Hikeshi no Zukin (Fireman’s hood)
Cotton, tortoiseshell (buttons)
Tsutsugaki, handpainting, dyes and pigments, sashiko stitching
Outwardly austere and featureless, when opened this protective headgear boasts a beautifully rendered dragon and tiger. The dragon and tiger often appear together in Japanese art, but so much symbolism surrounds each of these animals that it is hard to say with certainty for which reason they were chosen in this case. Most likely their primary purpose here is to evoke the qualities of strength and fearlessness, two qualities vital to a firefighter. In addition, the dragon is closely associated with water, and is said to bring rain, making it a particularly apt motif.
Fragment (from kurotomesode – formal black kimono?)
Silk crepe (chirimen)
Yuzen dyeing (dyes, sumi ink)
This kappa is hand dyed with great attention to detail, and remarkably delicate shading. It looks as though it may have come from the hem of a kurotomesode kimono. Since kuromtomesode are for formal occasions, and the kappa is not only a mythical creature, but somewhat malevolent in nature, the kurotomesode would have had a very unusual overall design.
Man’s heko obi (casual sash)
The heko obi, in its entirety, is 12 feet long and 27 inches wide, but only the ends are decorated, often in pinpoint sized shibori, as seen here. This is a design of a rock garden (Ryoanji?). Below is the reverse side of the design.
A yukata, as worn with heko obi, below. (Photograph from Kimonoexport.com)
Hitoe (unlined kimono)
Stenciled warps and wefts (meisen)
This design takes its cues from the American abstract expressionist movement. For a brief period in the late 1940s some east coast painters took black as their main color, with other colors serving to enhance the inherent drama of the black canvas. Below are examples of works by major painters working in black during that period.
Lee Krasner – White Squares – ca. 1948
Willem de Kooning – Painting – 1948
Fritz Bultman – The Hunter – 1949
Wedding futonji(?) (bedding), single panel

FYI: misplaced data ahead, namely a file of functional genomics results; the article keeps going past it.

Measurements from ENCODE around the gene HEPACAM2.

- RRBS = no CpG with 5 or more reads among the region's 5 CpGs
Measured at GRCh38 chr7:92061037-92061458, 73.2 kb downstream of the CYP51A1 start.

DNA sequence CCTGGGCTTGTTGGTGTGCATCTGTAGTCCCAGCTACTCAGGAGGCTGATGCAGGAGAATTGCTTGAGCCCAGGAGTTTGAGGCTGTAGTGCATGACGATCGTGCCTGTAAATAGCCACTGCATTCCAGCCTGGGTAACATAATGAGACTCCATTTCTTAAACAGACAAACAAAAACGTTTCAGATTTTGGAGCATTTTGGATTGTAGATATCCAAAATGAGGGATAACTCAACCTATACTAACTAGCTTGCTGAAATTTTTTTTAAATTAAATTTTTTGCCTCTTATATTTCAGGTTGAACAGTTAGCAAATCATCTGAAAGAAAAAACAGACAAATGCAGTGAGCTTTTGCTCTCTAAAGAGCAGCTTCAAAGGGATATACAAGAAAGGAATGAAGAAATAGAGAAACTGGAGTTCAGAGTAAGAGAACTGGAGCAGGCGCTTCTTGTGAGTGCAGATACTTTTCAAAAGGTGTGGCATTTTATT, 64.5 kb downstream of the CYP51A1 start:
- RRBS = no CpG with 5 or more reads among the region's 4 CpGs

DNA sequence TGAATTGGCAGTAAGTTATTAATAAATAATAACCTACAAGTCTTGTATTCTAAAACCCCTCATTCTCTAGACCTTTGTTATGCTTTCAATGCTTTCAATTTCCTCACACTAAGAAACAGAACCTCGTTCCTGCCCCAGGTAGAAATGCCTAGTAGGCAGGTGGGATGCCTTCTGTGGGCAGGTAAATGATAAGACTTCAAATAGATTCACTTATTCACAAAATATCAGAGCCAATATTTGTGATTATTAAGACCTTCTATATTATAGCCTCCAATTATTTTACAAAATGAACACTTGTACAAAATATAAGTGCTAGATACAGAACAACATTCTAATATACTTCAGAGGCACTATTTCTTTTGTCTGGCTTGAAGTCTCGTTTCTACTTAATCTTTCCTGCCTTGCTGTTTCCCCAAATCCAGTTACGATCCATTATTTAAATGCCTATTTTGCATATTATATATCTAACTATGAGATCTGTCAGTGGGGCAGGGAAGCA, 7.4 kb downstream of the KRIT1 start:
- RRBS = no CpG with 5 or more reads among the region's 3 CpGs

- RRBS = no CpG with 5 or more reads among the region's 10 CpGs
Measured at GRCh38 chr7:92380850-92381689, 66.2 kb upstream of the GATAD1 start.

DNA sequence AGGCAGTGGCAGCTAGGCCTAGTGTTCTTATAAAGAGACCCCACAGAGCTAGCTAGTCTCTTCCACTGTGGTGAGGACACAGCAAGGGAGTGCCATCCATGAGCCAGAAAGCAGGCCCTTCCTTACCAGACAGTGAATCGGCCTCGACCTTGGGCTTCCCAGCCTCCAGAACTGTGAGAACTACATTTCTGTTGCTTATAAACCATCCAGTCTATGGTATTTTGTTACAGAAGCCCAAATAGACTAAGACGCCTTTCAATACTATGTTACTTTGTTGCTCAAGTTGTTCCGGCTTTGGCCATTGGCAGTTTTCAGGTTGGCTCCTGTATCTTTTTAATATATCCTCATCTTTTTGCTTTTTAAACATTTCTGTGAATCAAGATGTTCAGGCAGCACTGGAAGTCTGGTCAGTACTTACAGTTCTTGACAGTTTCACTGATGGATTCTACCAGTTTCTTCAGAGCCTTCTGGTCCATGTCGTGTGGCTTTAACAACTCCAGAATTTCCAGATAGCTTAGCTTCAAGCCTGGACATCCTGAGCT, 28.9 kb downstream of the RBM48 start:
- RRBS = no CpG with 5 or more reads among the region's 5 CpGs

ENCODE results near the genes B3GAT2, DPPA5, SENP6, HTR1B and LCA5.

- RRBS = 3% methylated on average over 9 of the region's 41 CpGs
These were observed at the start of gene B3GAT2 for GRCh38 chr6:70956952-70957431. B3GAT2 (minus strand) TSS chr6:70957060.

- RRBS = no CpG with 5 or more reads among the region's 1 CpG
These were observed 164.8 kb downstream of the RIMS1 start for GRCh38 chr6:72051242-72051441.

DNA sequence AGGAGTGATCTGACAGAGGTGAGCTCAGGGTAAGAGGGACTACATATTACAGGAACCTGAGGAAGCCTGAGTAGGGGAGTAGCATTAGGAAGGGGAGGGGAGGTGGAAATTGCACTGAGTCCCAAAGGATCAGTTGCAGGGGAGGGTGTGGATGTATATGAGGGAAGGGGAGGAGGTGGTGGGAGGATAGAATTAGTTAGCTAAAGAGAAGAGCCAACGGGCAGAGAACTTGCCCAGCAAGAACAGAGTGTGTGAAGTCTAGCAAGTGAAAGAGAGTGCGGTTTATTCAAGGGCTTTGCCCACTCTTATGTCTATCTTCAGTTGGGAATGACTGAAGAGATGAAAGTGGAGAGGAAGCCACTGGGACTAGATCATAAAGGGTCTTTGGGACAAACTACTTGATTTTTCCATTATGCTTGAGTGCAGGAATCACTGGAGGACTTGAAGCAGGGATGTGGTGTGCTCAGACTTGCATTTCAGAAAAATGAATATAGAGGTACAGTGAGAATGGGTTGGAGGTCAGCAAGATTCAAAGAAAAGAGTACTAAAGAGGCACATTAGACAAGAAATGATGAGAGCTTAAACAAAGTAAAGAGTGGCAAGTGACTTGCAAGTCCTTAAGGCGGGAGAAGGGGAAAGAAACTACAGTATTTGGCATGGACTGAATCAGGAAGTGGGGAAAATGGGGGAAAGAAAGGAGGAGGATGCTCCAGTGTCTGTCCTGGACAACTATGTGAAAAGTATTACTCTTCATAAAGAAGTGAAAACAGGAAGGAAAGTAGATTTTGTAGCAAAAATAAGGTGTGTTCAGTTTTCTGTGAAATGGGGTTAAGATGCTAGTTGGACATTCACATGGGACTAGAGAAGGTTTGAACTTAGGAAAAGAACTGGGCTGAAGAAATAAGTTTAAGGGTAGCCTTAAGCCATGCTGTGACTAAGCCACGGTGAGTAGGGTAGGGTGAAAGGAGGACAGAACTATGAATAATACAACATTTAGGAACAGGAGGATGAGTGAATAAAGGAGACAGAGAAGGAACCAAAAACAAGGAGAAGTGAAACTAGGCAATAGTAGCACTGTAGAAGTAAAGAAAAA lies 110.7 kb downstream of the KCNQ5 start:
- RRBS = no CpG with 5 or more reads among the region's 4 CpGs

Tsutsugaki (rice paste resist)
This panel was too long to show in a single photograph, and so has been broken into two images. The images in the roundels are of an auspicious nature, so this was likely a panel from a wedding futonji. Some of the roundels show incomplete images. These are probably completed by the missing panels. The artists could have made complete images on each panel, but the change in centering helps to balance the composition. Auspicious roundels are not unusual on wedding futonji. Most likely the complete futonji consisted of similar roundels. The tortoise’s long tail is actually seaweed that has attached to the shell, indicating the tortoise’s great age, and making it a perfect symbol of longevity.
Paper, silk thread, persimmon tannin
Given the motif of sake cups decorated with pairs of cranes, this must be a celebratory design. The fine network of silk threads is sandwiched between two layers of the stencil, and helps reinforce it.
Often when animals are depicted in pairs, the male will have its mouth open (“ah”), while the female will be depicted with its mouth closed (“un”). This is also true in this stencil. Note how finely cut the stencil must be in order to show the tiny open beak of the crane.
Hinagatabon (book of textile designs)
During the Edo period, Japanese were able to order garments from books, called hinagatabon, such as this one. The book shown here, called Isho Sekai (“Design World”), was published in Meiji 34, or 1901. It contains not only designs for adult women’s kimonos, as shown above, but designs for young boys’ kimono, a sample fukusa (gift cover), and designs for textiles not associated with any particular garment.
The tastes of the times called for designs concentrated near the hem of the kimono, so the fact that the top halves of the kimono are unseen leaves no unanswered questions. The kimono on the left depicts snow-laden bamboo above a stream; the kimono on the right shows cranes in a pine tree, with other cranes in flight, approaching from the sleeve. The casual draping of the black kimono over a lacquered rod hung by a red silk cord is a nice touch, conjuring up images of court ladies as well as the poem Tagasode (Whose Sleeves) from the Kokin Wakashu, an old anthology of classical poetry. The diagonal red slash is a clever way of delineating the sleeve opening, and indicates the proposed color of the lining.
Noragi (field wear); jacket
This shape is designed for utility. The sleeves are short and narrow, so they protect without hindering movement; the jacket is cut off before the knees, where it would suffer abrasion. The design looks like warp and weft kasuri from a distance, but in fact the cross-hatching is stenciled, and made to mimic the more expensive kasuri technique. The material is stenciled on both sides, so the design stands out crisply. The repeat is small, and it is possible to see ten horizontal intervals – five on the right panel and five on the left panel (neatly aligned, to the maker’s credit) where the small paper stencil was placed on the material, and then moved forward to the next blank space after the spreading of the resist paste. On the weaving level, it is interesting to note the varying degrees of twist in the warp threads (see close-up below).
Stenciled warps and wefts (meisen)
This haori, which came with a matching kimono, demonstrates the designer’s ability to integrate modern art themes with children’s motifs. The toy-like animals make this unmistakably a children’s pattern, but the strongly colored geometric boxes seem to be a stripped-down version of Mondrian’s Broadway Boogie Woogie (bottom photo, 1942-43).
Miura (looped binding) shibori